Crabapple has been called “equal parts Hieronymus Bosch, William S. Burroughs and Cirque du Soleil,” by The Guardian, and “THE artist of our time” by comedian Margaret Cho. She spent four years as the staff artist of The Box, one of the world’s most lavish (and notorious) nightclubs. Crabapple has taken her sketchbook from burlesque halls to refugee camps, always with a skeptical eye for power. She is also the illustrator of Matt Taibbi’s New York Times bestseller The Divide and has collaborated with Spike Jonze, Esperanza Spalding, and Patton Oswalt. She regularly speaks to audiences around the world, at institutions such as The Museum of Modern Art, The London School of Economics, and Harvard and Columbia Universities. Her works are held in the permanent collections of the Museum of Modern Art and The New York Historical Society.
Illustrating Change Art in the Age of Trump
How can art and its associated contexts—including cities, irreverence, beauty, and pluralism—stand against authoritarianism? From Trump to Putin to Erdoğan to Duterte, we are experiencing a global love affair with fascism (and its ringleaders), in which politics are less concerned with facts than emotion and imagery. What role can art play in climates of political repression and populist demagoguery? In this rallying talk, prolific painter and journalist Molly Crabapple asks us to consider art and artists not as apolitical entertainment, but as heralds of truth. Drawing on her experience as an award-winning reporter and illustrator of images that often stand as maps of historical moments, Crabapple’s latest keynote speaks to, and is customizable for, a wide variety of audiences. Incorporating stories of her work with the Occupy movement and reporting on Guantanamo Bay, this talk is for anyone with a hunger to understand our future better; if and how art can affect politics—and the world we'll share for the next four years and beyond.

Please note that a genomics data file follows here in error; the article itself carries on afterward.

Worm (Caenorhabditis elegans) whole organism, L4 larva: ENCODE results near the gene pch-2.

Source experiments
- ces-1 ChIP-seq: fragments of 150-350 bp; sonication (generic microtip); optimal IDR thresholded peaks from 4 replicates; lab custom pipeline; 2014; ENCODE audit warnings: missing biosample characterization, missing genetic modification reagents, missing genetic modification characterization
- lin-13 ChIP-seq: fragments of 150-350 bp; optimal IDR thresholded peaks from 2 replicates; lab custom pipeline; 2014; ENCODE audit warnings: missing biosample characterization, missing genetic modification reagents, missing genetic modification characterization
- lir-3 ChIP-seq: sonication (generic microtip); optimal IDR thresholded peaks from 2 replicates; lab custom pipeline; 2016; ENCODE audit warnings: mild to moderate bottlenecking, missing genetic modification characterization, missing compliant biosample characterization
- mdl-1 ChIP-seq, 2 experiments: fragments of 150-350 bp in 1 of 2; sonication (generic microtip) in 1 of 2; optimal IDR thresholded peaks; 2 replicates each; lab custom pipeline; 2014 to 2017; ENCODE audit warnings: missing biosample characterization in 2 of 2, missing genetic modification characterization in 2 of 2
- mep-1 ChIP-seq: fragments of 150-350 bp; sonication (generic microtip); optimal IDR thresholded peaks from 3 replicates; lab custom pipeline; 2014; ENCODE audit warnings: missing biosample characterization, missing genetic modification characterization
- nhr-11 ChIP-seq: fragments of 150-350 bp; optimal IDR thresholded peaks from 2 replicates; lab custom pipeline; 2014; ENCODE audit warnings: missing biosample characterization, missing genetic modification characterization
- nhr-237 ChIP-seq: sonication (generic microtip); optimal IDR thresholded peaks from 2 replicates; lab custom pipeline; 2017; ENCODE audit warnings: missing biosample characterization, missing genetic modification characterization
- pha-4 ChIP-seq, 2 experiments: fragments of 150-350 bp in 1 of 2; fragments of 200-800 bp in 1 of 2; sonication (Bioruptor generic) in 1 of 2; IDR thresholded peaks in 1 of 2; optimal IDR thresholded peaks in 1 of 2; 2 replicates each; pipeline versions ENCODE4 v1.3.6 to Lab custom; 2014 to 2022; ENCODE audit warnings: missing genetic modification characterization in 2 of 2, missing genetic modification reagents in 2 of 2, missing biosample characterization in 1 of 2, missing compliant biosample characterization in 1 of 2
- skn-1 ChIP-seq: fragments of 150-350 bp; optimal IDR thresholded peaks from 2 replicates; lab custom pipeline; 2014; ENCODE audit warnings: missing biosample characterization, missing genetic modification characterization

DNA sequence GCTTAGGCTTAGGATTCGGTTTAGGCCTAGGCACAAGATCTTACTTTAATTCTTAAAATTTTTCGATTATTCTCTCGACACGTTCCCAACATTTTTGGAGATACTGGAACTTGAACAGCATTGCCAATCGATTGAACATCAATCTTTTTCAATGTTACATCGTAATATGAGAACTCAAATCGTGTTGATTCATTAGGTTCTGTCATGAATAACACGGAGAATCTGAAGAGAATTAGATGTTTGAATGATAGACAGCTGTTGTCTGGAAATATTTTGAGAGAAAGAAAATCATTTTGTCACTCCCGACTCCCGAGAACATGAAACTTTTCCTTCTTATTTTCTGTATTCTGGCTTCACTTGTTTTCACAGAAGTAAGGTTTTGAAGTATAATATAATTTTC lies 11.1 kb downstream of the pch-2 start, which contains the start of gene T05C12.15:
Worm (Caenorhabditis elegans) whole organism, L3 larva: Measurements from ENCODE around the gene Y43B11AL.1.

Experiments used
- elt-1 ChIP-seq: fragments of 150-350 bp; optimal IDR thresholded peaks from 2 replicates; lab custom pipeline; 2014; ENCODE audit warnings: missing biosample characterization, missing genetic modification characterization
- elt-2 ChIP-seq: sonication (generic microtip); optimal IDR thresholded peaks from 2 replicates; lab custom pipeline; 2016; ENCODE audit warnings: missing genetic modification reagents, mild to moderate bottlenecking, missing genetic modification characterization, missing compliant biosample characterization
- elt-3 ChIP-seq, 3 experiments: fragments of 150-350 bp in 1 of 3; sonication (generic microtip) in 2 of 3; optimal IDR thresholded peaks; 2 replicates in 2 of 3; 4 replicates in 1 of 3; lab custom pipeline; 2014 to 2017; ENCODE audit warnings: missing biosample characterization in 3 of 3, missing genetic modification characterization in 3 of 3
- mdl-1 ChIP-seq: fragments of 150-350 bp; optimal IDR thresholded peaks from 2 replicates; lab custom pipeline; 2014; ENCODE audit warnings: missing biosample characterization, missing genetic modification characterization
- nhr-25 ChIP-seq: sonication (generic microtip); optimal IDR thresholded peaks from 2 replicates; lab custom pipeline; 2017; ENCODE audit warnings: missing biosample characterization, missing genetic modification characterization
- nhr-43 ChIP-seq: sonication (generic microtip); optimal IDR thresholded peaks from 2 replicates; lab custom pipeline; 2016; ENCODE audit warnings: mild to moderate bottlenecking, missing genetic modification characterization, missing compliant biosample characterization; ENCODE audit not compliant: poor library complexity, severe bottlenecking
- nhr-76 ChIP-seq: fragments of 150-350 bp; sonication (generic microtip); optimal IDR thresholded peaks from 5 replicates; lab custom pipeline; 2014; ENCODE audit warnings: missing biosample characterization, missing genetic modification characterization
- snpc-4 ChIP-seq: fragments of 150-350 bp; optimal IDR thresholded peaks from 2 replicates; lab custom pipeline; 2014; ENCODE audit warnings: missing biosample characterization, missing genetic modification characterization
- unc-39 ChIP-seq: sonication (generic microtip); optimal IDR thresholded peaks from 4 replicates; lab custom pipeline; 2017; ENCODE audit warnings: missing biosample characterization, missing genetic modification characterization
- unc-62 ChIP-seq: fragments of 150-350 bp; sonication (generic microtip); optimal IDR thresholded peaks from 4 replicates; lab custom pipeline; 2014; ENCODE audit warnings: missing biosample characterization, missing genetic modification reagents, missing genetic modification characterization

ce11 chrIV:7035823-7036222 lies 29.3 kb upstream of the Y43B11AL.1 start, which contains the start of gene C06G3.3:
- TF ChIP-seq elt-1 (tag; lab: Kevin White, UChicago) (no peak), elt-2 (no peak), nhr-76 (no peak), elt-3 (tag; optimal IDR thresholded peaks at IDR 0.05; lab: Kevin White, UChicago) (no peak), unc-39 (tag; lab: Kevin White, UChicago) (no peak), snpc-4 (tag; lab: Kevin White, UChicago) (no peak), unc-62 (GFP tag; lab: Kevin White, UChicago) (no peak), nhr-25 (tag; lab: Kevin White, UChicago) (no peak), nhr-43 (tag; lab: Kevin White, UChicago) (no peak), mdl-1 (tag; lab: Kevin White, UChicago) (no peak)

Community Molly Crabapple on the Connection between Art and Politics
For too long artists have played the role of observer, disconnected from the political activity of the people around them. Is that all an artist can contribute to society? In this personal talk, Molly Crabapple traces her experiences with the Occupy movement and recent Greek protests, describing the twists and turns that informed her political engagement as a visual artist. By combining politics with art, she shows that the place for art isn’t standing to one side of political movements, but marching in the thick of things. She speaks on the direct ways that making art contributes to political movements—by adding the visceral and immediate power of images to the words and ideas that drive political engagement. What’s more, she will help you recognize the opportunity to do more, and make a difference.
The Do-It-Yourself Life What Molly Crabapple Has Learned About Creativity, Art, and Living
We live in an era of flux. The old model of a creator or creative type—a person who does one thing well, and depends on institutions for support—is falling by the wayside. The creator of the future is a super-connected trans-disciplinary mutant: engaged and intellectually rebellious. Molly Crabapple has created everything from Occupy Wall Street posters and arts journalism of collapsing countries to murals on the walls of the world’s most exclusive nightclubs. On stage, she delivers an energizing, take-no-prisoners talk on how creators—how everyone—can create a life of their own design, without asking permission.